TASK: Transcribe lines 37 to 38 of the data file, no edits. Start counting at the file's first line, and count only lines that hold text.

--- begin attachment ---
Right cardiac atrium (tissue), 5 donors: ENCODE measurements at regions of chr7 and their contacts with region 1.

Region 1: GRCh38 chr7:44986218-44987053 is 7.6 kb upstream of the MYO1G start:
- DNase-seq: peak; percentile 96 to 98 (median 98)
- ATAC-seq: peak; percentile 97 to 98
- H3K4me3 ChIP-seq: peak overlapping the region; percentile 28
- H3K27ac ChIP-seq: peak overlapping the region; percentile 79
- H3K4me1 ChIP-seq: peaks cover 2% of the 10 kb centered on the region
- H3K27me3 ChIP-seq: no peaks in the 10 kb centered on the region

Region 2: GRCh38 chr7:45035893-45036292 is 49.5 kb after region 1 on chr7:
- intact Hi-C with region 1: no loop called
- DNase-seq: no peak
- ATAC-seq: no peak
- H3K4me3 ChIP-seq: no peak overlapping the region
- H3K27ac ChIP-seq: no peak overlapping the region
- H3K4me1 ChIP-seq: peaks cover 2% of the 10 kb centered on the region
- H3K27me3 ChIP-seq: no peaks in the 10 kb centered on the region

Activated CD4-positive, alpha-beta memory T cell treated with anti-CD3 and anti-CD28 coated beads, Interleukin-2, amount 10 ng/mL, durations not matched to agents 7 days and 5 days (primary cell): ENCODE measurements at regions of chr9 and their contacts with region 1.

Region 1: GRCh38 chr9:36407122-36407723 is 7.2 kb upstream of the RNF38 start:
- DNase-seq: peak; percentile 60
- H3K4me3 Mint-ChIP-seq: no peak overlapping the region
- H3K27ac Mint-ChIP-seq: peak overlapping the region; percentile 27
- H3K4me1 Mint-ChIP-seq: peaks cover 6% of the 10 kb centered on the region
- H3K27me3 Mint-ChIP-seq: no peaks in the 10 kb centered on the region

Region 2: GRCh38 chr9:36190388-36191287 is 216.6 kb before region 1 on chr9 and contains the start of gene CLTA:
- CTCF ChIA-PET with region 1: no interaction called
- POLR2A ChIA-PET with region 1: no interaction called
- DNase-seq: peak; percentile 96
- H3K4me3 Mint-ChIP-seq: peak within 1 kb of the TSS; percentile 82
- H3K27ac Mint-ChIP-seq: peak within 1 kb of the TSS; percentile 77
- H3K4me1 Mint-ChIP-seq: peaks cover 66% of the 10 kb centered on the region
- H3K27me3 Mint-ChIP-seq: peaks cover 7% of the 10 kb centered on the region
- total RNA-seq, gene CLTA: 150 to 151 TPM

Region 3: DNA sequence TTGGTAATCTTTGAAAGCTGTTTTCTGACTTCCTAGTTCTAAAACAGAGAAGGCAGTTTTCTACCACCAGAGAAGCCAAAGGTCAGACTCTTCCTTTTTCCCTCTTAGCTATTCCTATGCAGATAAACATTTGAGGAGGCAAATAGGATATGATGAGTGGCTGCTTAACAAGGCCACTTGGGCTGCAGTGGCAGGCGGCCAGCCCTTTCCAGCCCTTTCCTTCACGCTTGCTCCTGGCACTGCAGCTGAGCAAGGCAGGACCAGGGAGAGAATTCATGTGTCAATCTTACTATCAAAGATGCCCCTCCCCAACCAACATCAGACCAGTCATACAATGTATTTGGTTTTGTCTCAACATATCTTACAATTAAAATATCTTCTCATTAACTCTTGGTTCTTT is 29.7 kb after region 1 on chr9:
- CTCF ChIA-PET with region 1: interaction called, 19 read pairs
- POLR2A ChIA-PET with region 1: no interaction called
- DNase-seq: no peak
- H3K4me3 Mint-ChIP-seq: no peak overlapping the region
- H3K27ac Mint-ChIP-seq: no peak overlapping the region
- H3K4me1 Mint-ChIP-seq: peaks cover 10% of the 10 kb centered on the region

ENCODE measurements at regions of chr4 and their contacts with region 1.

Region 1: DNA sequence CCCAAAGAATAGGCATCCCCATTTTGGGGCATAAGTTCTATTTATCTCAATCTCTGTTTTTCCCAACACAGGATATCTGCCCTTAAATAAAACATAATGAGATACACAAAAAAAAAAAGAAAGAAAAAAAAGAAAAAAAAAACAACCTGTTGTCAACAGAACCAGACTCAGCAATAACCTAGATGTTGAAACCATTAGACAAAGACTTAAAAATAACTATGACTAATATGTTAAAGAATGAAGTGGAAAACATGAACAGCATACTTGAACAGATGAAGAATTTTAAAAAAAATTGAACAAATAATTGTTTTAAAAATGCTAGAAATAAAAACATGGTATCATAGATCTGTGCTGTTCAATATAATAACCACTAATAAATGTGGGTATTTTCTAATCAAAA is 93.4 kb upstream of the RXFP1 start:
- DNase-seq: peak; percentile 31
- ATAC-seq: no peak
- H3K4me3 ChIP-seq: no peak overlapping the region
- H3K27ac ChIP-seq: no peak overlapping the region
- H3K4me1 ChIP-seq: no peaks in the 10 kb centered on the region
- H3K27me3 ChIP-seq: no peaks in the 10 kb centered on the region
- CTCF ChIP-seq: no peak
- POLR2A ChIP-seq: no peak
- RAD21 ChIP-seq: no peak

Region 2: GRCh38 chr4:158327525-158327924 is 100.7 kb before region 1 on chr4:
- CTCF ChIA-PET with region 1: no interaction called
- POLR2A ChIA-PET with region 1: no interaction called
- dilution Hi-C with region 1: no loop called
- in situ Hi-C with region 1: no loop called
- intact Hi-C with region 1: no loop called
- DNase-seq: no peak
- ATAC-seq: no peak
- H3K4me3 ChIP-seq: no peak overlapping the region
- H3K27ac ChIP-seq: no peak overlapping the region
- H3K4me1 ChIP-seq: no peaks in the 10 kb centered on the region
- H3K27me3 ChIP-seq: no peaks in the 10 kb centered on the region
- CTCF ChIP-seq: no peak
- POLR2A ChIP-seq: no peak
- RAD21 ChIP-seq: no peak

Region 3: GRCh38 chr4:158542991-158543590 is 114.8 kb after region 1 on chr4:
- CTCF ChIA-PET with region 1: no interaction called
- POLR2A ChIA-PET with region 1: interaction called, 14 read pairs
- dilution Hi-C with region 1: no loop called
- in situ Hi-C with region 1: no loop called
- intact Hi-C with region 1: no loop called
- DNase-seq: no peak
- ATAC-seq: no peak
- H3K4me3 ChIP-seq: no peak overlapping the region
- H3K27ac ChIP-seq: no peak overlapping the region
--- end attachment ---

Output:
- H3K4me3 Mint-ChIP-seq: no peak overlapping the region
- H3K27ac Mint-ChIP-seq: no peak overlapping the region